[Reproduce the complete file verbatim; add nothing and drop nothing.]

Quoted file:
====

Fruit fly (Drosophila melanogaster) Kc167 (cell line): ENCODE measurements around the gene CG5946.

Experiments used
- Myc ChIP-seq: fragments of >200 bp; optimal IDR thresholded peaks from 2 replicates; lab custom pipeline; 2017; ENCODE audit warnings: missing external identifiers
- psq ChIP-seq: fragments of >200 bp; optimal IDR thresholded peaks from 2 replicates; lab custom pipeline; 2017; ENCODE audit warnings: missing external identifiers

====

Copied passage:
Fruit fly (Drosophila melanogaster) Kc167 (cell line): ENCODE measurements around the gene CG5946.

Experiments used
- Myc ChIP-seq: fragments of >200 bp; optimal IDR thresholded peaks from 2 replicates; lab custom pipeline; 2017; ENCODE audit warnings: missing external identifiers
- psq ChIP-seq: fragments of >200 bp; optimal IDR thresholded peaks from 2 replicates; lab custom pipeline; 2017; ENCODE audit warnings: missing external identifiers